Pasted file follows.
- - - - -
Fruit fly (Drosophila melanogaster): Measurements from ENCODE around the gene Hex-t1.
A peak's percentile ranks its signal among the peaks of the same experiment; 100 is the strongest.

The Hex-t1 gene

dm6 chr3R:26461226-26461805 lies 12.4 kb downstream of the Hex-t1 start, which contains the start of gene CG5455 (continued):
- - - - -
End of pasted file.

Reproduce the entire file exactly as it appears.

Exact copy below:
Fruit fly (Drosophila melanogaster): Measurements from ENCODE around the gene Hex-t1.
A peak's percentile ranks its signal among the peaks of the same experiment; 100 is the strongest.

The Hex-t1 gene

dm6 chr3R:26461226-26461805 lies 12.4 kb downstream of the Hex-t1 start, which contains the start of gene CG5455 (continued):